Blacklisted Journalist Bertil Lintner Returns to Burma After Nearly 30 Years

Journalist Bertil Lintner's presence in Burma this month, the first time he has been in the country with an official visa in nearly 30 years, is just one sign of change here.
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By Kaye Lin


Bertil Lintner, expert on Burmese issues, in Yangon, Myanmar on June 15, 2013. He was blacklisted by Myanmar authorities in 1985. (Htoo Tay Zar/GlobalPost)

YANGON, Myanmar -- Journalist Bertil Lintner's presence in Burma this month, the first time he has been in the country with an official visa in nearly 30 years, is just one sign of change here.

Lintner was blacklisted by the military government in 1985, but on Saturday he launched a Burmese-language printing of his book "Outrage: Burma's Struggle for Democracy", first published in 1995 but banned here just as Lintner was.

The gentle-mannered writer with thick glasses and a thick Swedish accent addressed a group of 20 young Burmese and American journalists at the Savoy Hotel the night before the book launch. Lintner said he could not help but notice the positive changes that have taken place in the country since President Thein Sein announced a series of reforms following his election in 2011, but he remains skeptical.

"The constitution is not democratic," Lintner warned, the hotel staff who stood along the wall hanging on to every word just as the journalists were. "The military still has control."

Bertil said he first visited Burma in 1977 at the age of 24.

"I fell in love with the country," he said. "It's like being caught in a time warp, quaint and funny."

But after meeting a man who told him about friends who were either locked by the government or who had disappeared mysteriously, Bertil thought to himself, "there's something sinister underneath this quaint appearance," he said.

And indeed he was right, spending the next three decades documenting government abuses as a reporter for a number of publications including the Far Eastern Economic Review, which folded in 2009.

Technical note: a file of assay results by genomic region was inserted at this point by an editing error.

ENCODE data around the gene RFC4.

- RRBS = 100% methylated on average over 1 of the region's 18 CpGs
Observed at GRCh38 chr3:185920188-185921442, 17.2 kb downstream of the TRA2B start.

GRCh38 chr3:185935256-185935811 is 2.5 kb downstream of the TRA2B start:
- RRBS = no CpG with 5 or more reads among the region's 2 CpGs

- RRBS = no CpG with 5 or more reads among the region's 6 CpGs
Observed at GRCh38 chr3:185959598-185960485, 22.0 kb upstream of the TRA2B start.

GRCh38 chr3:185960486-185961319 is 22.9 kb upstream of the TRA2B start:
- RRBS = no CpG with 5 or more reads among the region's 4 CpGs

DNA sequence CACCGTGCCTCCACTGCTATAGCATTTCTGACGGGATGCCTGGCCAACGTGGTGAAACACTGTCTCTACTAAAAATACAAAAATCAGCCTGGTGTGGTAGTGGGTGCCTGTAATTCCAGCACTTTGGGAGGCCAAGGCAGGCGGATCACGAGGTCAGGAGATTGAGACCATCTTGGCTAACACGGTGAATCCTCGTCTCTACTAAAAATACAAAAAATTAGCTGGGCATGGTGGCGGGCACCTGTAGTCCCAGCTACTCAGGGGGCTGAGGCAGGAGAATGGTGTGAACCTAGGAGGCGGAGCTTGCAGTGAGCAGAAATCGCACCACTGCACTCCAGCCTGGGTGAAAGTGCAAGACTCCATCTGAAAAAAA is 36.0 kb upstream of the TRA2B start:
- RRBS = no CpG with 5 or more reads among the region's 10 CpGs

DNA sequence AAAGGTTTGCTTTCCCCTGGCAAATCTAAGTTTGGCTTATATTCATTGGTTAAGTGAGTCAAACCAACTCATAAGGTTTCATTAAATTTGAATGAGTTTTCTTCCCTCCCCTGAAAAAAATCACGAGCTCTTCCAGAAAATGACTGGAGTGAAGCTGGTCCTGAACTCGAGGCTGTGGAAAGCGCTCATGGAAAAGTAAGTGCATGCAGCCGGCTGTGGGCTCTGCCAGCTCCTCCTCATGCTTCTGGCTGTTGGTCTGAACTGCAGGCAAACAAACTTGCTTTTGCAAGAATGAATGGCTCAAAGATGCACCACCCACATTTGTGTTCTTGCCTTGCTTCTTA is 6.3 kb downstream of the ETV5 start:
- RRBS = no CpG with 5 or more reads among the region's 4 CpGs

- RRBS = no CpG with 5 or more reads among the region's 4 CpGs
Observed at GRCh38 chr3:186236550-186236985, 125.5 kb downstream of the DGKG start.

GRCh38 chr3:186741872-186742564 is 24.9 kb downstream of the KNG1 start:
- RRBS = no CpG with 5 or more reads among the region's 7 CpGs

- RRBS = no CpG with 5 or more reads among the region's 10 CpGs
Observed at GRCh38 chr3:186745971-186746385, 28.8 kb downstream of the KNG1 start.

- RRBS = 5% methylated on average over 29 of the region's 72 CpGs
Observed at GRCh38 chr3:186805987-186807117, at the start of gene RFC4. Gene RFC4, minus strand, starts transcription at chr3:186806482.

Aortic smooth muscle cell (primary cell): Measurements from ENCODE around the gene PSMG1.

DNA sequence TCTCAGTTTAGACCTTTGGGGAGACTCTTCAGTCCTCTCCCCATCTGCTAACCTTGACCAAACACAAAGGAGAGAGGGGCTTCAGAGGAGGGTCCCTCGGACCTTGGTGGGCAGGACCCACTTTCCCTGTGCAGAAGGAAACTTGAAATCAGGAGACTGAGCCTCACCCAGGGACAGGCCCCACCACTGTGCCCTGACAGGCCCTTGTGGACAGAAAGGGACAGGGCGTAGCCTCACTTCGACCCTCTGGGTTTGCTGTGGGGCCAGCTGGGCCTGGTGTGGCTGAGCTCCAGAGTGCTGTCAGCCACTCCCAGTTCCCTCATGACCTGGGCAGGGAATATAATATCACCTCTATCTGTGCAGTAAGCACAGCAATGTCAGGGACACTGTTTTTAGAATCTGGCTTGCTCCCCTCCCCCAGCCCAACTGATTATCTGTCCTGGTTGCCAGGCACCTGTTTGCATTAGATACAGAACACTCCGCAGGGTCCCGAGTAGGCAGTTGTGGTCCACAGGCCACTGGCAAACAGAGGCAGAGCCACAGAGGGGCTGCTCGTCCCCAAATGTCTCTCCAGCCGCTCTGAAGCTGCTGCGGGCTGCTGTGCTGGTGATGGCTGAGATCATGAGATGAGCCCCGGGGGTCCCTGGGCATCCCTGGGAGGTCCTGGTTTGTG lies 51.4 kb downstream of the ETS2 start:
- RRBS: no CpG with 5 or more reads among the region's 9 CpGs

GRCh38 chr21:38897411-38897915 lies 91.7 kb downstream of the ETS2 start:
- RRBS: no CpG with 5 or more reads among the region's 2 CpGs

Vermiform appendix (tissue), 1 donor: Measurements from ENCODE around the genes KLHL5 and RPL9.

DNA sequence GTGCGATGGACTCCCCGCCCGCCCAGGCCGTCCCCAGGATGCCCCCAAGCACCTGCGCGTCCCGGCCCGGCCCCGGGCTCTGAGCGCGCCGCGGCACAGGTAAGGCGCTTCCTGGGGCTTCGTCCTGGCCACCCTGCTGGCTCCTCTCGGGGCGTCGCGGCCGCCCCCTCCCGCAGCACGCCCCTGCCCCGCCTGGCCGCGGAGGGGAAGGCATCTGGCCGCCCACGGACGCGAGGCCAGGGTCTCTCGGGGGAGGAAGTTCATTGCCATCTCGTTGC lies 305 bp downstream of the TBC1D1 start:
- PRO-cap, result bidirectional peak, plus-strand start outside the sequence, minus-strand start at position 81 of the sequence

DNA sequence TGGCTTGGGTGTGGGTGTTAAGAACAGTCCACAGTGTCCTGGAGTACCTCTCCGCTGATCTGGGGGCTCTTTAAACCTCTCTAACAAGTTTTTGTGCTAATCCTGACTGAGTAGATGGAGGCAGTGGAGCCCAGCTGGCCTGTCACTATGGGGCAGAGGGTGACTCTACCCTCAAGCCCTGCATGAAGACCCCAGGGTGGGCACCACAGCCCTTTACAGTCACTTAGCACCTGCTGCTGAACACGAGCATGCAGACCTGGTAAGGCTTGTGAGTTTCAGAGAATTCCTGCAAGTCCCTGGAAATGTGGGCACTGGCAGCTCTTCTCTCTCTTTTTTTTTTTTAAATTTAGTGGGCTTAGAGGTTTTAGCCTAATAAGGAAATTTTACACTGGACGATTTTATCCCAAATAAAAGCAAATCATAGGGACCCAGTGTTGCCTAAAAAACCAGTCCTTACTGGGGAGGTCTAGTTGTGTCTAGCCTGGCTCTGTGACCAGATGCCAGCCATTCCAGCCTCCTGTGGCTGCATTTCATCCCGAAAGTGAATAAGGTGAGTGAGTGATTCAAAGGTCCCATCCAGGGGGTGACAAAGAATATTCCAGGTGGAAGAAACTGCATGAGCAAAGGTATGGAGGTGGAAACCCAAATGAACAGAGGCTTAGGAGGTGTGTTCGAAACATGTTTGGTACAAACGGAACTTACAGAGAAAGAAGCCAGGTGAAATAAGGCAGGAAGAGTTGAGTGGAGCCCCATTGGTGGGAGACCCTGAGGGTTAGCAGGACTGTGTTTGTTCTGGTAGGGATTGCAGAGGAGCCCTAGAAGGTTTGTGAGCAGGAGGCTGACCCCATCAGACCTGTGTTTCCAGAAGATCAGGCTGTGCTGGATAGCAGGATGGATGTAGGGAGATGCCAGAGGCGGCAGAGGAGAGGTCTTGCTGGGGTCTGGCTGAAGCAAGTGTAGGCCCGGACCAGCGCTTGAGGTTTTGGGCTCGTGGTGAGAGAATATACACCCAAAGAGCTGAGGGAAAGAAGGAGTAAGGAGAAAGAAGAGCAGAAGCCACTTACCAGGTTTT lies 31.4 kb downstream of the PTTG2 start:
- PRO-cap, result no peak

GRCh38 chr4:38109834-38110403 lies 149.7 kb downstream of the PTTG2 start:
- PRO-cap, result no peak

Linter said there are many things to consider when talking about reforms, especially in light of the recent clashes between Buddhists and Muslims in the country. Both religious discrimination and nationalistic sentiments have long been present in Burma, with the ethnic Burman majority remaining on the top of the social ladder.

"This has happened before," he said. "In 1968, a Muslim man wrote about the deaths of Muslims and mobs of Buddhists torturing and firing homes."

Looking around Burma, it could be difficult to imagine that a country with so many Buddha statues and pagodas lives in fear of a Muslim takeover of the country. The Muslim population makes up in total just 5 percent of the nation.

But many Yangon residents GlobalPost spoke with said a similar thing: "The people are fearful of the Muslim community. We don't want our country to be taken over by Muslims. This is a Buddhist society."

Lintner said he believes that Burma's constitution must be amended in order for Burma's most famous dissident, Nobel laureate Aung San Suu Kyi, to be able to run for the 2015 elections.

"The only person who can unify the country is Aung San Suu Kyi because her father General Aung San promised autonomy for all ethnic groups," Lintner believes.

The constitution states that anyone who is married to a foreigner or has children who hold foreign nationality is not permitted to become president. Suu Kyi's husband Michael Aris was British and both her sons hold British citizenship. She was under house arrest as a political prisoner for 15 years.

But as involved and appreciated as Gen. Aung San was in reconciliation with the ethnic communities, his daughter has been heavily criticized for her silence on ethnic violence in Kachin State and anti-Muslim violence in Rakhine State, among other domestic conflicts.

In an Asia Times article published in November 2012, Lintner wrote that "some Myanmar dissidents are beginning to ask, albeit in hushed tones, the hitherto unthinkable: is Suu Kyi being used by the Thein Sein's military-backed, civilianized government as a pawn in its efforts to break the country's long isolation from the West? And, has she come under pressure from the US and possibly other Western powers with a stake in Myanmar's future geopolitical role to strike a deal with her former military adversaries?"

Although Lintner said that Burma is not yet a democracy, his presence indicates some level of meaningful reform.

"They seem more optimistic than they have been for over a half a century," he said. "But one shouldn't underestimate the government."

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